Is there balance in media coverage of presidential election campaigns? While the literature supports the notion that it is, in the aggregate and across time, lacking systematic imbalance and bias (D’Alessio and Allen 2000), previous studies generally do not consider intra-campaign shifts in the composition of coverage, leaving unanswered the question of whether coverage is consistently balanced or merely appears so when all the ups and downs of the election are tallied up. This project takes advantage of a project-generated content analysis of all NBC Nightly News broadcasts and New York Times articles during the general election period (from the national party conventions through Election Day) for four election years (1996-2008) to determine whether intra-campaign imbalance exists along three axes: volume of coverage (total coverage of each candidate), share of coverage (percentage of coverage received by each candidate on a given day, not conflated with volume), and tone of coverage (average daily valence score of coverage, positive or negative). Share and tone of coverage are both highly variable, while increases in volume of coverage are tied to specific campaign events. Analysis shows that intra-campaign shifts in coverage causes predictable shifts in support, and candidates can actively attract media attention and create or blunt imbalance.

Committee: Michael Hagen (Chair), Richard Joslyn, Daniel Chomsky, Philip R. Yanella (outside reader)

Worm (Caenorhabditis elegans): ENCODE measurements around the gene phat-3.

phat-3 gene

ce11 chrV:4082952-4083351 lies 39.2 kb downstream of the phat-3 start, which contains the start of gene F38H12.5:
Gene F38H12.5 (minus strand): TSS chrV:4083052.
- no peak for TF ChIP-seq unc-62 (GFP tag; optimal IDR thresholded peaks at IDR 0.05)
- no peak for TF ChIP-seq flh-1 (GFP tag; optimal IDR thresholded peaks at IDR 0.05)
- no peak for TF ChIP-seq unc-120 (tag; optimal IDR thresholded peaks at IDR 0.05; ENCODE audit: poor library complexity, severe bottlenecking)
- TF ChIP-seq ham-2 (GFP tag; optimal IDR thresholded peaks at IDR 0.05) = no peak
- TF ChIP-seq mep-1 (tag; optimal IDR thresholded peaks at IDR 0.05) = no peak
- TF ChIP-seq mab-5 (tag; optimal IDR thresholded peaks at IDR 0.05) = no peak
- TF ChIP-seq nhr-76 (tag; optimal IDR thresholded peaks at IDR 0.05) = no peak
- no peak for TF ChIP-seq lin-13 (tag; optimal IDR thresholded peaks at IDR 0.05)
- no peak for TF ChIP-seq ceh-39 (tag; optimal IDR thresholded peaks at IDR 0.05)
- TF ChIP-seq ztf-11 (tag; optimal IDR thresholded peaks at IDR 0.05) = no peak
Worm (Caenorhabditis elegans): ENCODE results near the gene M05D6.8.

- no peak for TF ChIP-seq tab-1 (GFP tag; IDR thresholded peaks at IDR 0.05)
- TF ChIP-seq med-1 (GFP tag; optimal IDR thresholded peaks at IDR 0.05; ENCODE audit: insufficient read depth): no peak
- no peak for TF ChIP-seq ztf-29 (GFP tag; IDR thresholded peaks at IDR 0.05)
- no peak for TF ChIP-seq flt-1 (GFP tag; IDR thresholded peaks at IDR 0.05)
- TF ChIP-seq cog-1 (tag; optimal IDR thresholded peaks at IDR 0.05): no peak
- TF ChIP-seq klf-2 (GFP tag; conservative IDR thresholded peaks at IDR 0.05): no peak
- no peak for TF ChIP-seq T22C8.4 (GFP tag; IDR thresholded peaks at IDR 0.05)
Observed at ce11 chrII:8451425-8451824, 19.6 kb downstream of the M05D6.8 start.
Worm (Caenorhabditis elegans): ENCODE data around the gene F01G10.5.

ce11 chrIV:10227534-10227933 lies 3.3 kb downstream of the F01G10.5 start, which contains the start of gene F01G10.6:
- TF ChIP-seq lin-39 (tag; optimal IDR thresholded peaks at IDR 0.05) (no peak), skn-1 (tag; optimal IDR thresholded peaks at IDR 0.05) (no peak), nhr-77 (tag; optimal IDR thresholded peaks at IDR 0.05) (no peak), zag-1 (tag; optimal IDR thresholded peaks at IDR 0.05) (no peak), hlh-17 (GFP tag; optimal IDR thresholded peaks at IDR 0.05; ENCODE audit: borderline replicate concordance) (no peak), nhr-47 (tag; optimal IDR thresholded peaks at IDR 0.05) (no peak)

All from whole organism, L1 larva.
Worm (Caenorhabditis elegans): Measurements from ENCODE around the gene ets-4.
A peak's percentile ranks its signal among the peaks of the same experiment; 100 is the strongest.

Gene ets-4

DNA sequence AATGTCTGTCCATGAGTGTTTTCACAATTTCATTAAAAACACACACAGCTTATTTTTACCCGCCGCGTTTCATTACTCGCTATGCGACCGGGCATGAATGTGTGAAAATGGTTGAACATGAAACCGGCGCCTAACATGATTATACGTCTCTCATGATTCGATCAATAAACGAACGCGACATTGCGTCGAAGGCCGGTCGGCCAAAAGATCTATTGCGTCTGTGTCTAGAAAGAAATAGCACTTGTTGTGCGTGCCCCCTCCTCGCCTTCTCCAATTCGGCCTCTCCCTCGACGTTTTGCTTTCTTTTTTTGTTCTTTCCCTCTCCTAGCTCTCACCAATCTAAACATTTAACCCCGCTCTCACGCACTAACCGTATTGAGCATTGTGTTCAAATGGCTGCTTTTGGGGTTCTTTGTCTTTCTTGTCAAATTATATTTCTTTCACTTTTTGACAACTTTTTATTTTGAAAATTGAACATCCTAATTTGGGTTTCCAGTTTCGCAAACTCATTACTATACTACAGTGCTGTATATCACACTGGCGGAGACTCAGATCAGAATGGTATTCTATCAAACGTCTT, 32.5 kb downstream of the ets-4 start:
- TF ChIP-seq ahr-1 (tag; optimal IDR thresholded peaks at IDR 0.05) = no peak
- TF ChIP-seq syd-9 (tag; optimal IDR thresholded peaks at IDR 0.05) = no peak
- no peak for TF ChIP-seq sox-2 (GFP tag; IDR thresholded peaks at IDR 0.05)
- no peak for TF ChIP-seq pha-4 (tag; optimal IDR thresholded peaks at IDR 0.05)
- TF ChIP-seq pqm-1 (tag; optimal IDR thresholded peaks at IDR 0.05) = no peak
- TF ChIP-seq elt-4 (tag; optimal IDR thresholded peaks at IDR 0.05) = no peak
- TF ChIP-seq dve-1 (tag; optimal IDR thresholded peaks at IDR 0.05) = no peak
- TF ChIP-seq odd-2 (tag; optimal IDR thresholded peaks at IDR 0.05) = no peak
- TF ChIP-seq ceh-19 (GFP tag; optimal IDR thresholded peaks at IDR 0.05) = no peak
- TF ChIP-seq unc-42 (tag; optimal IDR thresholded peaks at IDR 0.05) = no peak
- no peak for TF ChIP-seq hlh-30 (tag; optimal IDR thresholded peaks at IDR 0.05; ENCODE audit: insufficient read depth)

Comparative Politics

Nicolaos D. Catsis

Dissertation: Ghosts: Examining the Impact of Colonial Legacies on Post-Independence State Interests in Southeast Asia

 My dissertation is focused upon state interests and behavior following independence in the former colonial domains of Southeast Asia.  I propose a typology of four potential outcomes for states in the region; those in which the state promotes the interests of the dominant class or otherwise acts as a vehicle for their self-enrichment, those where the state prioritizes economic development or engages in behavior “developmental” in nature, those where the state attempts to project itself onto the international scene or otherwise pursues security-oriented policy, and finally, states that do not have a cohesive set of interests at all. Post-independence interests, I argue, will be a function primarily of the colonial legacy states inherit. The key components of colonial legacy are the degree of social mobility for indigenous elites, income sources for the colonial administration, and the degree of institutional-infrastructure development. Such legacies establish, whether by creating or altering preexisting structures, institutions and priorities that impact the way these states conceive of themselves, how they perceive their place in the international system, and what policies they prioritize.

The project constructs a robust explanation for the enormous variance in state interests we see across the region. It demonstrates that colonialism retains a profound impact on the behavior of states after they are independent. This impact can last for decades, through war and multiple changes in regime.

Committee: Sandra Suarez (Chair), Hillel Soifer, Roselyn Hsueh

Krystyna Litton (http://astro.temple.edu/~klitton/)

Dissertation: Party Novelty and Economic Voting: How Party Renewal Affects Voters’ Party Preferences in Various Economic Contexts in the EU